Combined with the team's skills and initiative, the drudgery has become the mother of invention. While repairing a water point which had collapsed in the wind, he was struck by the notion of moving the cases of water bottles from under the frail structures and placing them inside cement bunkers, Jeffcoat said.
This ongoing innovation, which has now evolved into replacing the water points with sturdy cement bunkers, is likely to keep the water colder, he said.
On another occasion, Capt. David Baxley, commander of the Camp Command Cell, challenged his Soldiers to construct a burn site where unclassified documents could be destroyed. The First Sergeant's Detail gathered the materials and built the site within a day, Jeffcoat said.
When the sun rose again, the site had its first customer -- a government worker with a gigantic document-disposal problem, he recalled.
"He had, literally, over a million maps," Jeffcoat said. "So he went out there and used the burn site the next day."
There are high-profile jobs as well. Along with others, the First Sergeant's Detail provided security for Army National Guard Director Lt. Gen. William E. Ingram, Jr. during his visit here, and set up 6,440 Memorial Day luminaries to honor the number of service members who were killed in Iraq and Afghanistan.
Though arranging the luminaries in straight rows was a painstaking and time-intensive job, they saw it as an awesome responsibility, and were determined to "complete it and do it well, in order to show proper respect for those who paid the ultimate price," said Jeffcoat.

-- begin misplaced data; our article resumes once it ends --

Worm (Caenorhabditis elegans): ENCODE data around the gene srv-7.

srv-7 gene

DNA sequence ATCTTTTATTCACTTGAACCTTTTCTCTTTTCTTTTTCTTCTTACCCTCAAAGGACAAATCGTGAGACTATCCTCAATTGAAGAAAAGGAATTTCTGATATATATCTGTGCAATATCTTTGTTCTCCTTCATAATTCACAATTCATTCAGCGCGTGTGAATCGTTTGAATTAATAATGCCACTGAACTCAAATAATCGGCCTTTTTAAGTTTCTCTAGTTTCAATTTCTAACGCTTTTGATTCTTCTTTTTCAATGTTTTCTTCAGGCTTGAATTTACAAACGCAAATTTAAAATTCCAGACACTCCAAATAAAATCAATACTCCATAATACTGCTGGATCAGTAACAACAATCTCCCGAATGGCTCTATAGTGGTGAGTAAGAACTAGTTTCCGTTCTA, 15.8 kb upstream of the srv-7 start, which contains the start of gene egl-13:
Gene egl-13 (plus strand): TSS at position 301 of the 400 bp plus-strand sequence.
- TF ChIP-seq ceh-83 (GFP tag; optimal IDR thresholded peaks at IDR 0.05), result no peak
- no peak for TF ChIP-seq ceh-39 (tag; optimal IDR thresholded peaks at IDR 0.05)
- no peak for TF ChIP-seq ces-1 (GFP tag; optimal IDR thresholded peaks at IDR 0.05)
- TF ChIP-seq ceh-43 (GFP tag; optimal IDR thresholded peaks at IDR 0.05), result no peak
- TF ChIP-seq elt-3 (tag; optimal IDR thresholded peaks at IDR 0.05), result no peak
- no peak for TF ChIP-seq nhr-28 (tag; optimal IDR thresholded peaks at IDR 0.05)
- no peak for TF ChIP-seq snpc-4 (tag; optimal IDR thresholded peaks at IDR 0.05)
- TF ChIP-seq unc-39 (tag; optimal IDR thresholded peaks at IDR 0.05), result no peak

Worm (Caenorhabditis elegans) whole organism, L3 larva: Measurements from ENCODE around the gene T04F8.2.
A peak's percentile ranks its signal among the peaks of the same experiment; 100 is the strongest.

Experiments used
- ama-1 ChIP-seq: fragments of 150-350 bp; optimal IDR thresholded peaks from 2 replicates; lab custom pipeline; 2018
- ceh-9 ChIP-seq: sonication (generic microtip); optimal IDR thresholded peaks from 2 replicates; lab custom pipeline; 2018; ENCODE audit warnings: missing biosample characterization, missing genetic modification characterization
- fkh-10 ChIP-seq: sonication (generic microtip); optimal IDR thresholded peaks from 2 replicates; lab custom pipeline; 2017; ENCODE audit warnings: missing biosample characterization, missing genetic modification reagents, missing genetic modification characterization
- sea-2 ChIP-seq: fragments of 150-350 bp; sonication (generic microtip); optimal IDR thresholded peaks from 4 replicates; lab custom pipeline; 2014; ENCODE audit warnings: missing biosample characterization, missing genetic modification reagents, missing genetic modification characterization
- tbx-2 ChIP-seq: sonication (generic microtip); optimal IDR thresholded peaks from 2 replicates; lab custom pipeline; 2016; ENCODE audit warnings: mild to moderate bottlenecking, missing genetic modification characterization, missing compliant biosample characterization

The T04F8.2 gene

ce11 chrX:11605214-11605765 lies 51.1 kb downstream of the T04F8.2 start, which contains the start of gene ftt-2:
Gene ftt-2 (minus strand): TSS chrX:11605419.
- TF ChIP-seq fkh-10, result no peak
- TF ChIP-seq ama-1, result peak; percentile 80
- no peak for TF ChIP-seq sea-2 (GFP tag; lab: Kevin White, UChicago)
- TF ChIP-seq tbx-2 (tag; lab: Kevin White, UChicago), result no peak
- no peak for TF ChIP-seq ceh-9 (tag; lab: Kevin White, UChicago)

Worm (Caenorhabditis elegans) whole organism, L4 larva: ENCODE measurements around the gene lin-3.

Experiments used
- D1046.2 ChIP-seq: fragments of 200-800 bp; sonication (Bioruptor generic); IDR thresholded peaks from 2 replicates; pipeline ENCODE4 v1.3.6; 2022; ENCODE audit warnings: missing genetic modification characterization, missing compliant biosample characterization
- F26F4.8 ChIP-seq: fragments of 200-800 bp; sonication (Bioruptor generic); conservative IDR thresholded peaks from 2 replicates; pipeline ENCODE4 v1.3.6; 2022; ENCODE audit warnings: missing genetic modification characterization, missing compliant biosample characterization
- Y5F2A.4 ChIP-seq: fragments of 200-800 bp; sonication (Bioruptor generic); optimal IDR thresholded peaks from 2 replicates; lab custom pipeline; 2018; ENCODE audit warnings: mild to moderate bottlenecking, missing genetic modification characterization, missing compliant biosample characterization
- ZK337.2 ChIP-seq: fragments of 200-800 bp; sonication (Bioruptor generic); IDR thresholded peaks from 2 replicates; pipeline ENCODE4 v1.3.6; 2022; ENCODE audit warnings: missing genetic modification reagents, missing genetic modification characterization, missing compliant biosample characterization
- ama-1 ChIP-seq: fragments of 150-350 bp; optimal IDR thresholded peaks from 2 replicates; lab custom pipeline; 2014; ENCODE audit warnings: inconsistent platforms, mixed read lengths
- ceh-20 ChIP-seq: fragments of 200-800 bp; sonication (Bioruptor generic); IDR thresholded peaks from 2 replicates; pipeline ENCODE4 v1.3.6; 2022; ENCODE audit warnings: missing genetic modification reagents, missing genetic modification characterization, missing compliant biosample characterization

After darkness fell on Memorial Day, many of the hundreds of camp personnel who took part in the ceremonies could be seen walking among the rows of glowing luminaries, which were reminiscent of the gravestones at Arlington National Cemetery, Washington, D.C.
"That was a big deal," Jeffcoat reflected.
That's the kind of last-minute job the USO reaches out to the First Sergeant's Detail for, said Banks.
"There's never a moment when we don't have a show or an event, so we rely very heavily on the military, including the First Sergeant's Detail," Banks explained.
After putting up a sunshade on June 30, the team caught a bit of a break -- by faking illness. But they weren't malingering, they were simply doing another job, playing food-poisoning victims for a force-protection exercise at the camp.
The First Sergeant's Detail has taken part in all such exercises at the camp, said Sgt. Adam Cathrall, the force protection non-commissioned officer who is from Myrtle Beach, S.C.
"Any special projects that need to be done, they do, said Gray, of Bennettsville, S.C. "They come through every time."